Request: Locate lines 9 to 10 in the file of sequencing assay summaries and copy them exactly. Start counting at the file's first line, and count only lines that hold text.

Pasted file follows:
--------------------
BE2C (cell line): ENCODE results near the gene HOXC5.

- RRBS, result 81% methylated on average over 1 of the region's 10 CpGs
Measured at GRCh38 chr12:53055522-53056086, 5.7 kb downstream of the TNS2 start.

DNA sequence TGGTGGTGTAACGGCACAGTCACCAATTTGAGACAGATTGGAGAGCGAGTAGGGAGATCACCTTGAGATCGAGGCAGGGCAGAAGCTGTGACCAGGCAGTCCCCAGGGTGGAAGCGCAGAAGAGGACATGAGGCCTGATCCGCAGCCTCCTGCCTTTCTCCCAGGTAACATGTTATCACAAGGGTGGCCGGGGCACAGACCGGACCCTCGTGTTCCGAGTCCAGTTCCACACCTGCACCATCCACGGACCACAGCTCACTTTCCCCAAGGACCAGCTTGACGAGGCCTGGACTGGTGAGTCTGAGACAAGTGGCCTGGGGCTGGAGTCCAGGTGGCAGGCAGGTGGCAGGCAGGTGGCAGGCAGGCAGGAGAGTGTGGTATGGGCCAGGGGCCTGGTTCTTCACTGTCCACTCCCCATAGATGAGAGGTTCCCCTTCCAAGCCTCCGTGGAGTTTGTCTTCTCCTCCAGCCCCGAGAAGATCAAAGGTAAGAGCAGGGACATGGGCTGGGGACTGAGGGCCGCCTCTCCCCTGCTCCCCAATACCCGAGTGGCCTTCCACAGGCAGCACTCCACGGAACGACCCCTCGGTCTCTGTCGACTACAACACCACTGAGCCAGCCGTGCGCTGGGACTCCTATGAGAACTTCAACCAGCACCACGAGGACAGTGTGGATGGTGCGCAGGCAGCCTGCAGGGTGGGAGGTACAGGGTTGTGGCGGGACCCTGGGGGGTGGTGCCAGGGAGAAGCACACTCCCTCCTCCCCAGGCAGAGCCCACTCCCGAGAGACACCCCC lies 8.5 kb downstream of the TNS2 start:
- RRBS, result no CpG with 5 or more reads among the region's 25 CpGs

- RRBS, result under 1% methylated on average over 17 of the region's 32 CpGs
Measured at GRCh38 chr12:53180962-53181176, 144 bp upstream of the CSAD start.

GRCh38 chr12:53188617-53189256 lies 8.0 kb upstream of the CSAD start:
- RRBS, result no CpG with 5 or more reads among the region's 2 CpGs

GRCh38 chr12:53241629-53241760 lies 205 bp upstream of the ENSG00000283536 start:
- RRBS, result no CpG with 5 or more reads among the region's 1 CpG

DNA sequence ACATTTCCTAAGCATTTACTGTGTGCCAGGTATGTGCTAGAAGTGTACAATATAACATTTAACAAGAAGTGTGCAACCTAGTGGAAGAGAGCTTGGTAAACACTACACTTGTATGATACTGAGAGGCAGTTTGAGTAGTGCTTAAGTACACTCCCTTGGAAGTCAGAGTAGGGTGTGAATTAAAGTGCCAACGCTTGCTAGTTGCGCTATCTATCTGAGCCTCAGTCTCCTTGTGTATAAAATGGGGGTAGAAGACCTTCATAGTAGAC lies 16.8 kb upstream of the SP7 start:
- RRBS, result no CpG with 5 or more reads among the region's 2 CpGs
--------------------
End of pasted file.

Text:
- RRBS, result no CpG with 5 or more reads among the region's 2 CpGs

GRCh38 chr12:53241629-53241760 lies 205 bp upstream of the ENSG00000283536 start: